The Hebrew words at play here are fascinating:

The “time of the end” comes from the Hebrew word “qets” or קֵץ and means the “end of time” or even “end of space.” This is a reference to the end of the age.

The expression “shall run to and fro” comes from the Hebrew “shuwt” or שׁוּט. This means “to go and rove about, and to do so quickly or eagerly.”

The Hebrew word used for “knowledge” is “da’ath” or דַּעַת. It means “knowledge, skill, discernment, or understanding.”

Finally, and perhaps most interesting of all, the Hebrew word for “increase” is “rabah” or רָבָה. It means to “become many, to multiply, to greatly increase.”

“Rabah” shows up in Genesis 7:17 describing the rise in floodwaters covering earth. Earlier in Genesis 1:22 is another enticing use of “rabah”. On the 5th Day of Creation Week, after making the birds and sea creatures, God blessed them saying, “Be fruitful and multiply (i.e., rabah or increase).” In both passages, “rabah” is describing exponential growth!

In light of this, there is tremendous conjecture as to what this verse really predicts. Two schools of thought have arisen:

View 1 – Searching the Scriptures and grasping their meaning:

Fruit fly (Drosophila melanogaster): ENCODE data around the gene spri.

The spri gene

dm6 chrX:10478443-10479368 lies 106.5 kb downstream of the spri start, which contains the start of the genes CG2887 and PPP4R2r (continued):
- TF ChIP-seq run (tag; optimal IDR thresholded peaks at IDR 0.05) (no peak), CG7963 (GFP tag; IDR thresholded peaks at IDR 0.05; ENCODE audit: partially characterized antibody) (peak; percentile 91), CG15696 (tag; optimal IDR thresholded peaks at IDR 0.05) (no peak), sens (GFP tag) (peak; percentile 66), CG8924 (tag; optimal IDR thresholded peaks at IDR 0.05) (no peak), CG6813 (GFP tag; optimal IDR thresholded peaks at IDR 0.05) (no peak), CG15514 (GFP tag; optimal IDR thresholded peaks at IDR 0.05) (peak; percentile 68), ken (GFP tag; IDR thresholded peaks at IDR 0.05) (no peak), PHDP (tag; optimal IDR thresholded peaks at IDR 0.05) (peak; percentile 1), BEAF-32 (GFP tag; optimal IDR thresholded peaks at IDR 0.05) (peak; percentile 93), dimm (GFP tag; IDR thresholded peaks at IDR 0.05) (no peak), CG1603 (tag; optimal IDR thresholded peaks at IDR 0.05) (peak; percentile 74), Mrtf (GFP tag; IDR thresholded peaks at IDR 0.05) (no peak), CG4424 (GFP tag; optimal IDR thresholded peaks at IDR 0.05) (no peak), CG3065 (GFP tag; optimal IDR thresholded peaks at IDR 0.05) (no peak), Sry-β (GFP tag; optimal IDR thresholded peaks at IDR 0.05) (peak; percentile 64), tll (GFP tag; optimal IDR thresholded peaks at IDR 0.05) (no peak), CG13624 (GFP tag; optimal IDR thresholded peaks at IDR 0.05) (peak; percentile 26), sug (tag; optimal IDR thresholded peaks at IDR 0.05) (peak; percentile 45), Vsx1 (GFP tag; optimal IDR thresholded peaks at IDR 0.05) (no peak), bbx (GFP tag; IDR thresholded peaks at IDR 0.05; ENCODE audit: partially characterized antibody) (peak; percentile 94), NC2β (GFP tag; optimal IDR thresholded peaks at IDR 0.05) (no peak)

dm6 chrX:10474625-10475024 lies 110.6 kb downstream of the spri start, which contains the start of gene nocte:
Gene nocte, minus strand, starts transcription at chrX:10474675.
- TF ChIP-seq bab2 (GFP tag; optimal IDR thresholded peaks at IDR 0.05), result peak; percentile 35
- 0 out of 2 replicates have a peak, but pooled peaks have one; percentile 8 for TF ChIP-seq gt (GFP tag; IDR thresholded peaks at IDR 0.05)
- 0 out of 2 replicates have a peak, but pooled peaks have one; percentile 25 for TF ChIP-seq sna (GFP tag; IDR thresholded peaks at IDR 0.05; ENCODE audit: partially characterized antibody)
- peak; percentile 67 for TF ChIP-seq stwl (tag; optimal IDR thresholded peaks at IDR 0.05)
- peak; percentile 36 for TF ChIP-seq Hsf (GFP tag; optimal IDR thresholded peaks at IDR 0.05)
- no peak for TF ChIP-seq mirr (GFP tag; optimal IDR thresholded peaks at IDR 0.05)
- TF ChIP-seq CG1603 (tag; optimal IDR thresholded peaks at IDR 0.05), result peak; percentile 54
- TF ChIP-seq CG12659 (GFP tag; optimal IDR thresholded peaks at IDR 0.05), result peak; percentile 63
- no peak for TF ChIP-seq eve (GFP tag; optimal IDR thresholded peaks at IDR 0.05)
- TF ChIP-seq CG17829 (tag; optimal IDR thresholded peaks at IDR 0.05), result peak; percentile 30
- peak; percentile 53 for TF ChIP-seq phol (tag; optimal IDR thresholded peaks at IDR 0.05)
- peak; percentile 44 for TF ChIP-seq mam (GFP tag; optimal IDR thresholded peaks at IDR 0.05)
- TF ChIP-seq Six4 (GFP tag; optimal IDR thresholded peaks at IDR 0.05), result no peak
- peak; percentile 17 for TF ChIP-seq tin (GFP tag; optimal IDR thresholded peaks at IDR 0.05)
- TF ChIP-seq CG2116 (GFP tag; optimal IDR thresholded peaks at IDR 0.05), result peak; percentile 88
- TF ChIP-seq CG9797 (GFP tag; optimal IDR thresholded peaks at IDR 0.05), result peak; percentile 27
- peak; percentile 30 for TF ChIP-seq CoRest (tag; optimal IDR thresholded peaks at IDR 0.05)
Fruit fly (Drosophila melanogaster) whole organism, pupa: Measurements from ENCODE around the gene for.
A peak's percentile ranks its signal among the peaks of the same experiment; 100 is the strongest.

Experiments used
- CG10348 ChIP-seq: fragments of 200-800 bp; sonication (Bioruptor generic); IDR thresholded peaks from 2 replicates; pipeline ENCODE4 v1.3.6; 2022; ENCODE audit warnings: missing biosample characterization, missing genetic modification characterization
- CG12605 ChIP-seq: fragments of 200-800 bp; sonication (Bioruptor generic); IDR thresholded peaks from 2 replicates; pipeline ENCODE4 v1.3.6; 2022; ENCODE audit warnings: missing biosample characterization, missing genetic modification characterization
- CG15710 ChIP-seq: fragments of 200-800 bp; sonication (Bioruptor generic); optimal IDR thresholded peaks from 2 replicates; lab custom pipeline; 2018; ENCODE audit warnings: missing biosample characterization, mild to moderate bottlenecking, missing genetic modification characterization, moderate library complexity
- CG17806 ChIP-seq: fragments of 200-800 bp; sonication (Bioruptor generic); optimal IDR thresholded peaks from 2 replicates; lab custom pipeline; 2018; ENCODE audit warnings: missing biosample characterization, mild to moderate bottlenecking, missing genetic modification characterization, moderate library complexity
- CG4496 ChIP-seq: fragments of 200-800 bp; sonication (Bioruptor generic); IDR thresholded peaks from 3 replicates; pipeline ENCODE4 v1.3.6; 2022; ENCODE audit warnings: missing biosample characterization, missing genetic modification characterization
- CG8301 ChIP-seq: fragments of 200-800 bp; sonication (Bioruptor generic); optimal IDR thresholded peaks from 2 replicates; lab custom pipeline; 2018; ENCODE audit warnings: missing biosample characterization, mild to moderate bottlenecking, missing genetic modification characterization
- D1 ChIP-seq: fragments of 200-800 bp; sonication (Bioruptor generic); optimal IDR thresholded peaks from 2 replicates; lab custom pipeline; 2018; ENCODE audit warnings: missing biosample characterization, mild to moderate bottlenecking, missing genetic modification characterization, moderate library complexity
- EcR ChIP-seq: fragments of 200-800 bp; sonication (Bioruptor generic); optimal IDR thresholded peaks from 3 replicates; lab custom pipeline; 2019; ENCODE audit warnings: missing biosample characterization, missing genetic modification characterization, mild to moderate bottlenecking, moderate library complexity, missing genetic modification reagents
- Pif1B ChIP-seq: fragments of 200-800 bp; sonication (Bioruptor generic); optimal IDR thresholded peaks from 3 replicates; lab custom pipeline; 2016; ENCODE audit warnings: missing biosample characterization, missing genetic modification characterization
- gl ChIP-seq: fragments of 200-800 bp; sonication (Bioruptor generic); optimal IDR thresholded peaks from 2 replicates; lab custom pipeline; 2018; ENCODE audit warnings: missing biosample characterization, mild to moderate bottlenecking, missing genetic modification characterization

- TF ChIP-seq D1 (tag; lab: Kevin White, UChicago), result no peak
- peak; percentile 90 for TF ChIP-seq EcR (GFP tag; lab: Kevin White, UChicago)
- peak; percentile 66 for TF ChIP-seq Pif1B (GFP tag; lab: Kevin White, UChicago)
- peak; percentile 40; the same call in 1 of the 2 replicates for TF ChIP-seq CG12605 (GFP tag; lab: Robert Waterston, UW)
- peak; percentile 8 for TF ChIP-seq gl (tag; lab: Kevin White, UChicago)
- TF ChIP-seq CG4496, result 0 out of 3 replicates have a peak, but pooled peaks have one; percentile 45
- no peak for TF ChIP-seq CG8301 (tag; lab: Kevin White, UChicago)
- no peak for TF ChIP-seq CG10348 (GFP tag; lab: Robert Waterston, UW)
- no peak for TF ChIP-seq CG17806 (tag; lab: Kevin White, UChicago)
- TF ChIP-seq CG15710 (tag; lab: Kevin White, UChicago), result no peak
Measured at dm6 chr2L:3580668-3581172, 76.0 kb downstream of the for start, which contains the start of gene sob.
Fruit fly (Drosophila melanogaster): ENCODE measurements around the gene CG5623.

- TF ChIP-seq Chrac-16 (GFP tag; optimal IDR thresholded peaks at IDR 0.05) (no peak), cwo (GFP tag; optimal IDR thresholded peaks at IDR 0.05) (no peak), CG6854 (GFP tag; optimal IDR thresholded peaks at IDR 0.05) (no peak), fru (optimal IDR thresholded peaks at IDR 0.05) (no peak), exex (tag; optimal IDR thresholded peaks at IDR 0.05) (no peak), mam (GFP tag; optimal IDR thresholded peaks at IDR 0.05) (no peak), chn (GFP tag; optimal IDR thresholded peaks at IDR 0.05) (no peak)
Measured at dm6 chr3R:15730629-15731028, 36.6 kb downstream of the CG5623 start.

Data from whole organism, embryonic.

Some believe at the end time there will be a search as never before to understand Bible prophecy. People will go “to and fro” examining the Scriptures in an effort to “increase knowledge” about future things. As a result, a grasp of eschatology (i.e., understanding end times), will be had like never before.

Others take this approach further. What’s in view is not just a better understanding of prophecy, but of Scripture on the whole. As we draw closer to the Lord’s return, the Church would better understand the entirety of God’s Word.

View 2 – Exponential increase in knowledge and a tremendous upswing in modes and speed of transportation:

Some believe these verses may also hint at the technological explosion we now see taking place in the world. It’s not just an understanding of the Bible or prophecy – but all the sciences and world’s knowledge would grow. And it would do so exponentially.

Coupled with this would be an incredible advancement in world transportation. The “going to and fro” could be referring to rapid expansion in transportation capabilities.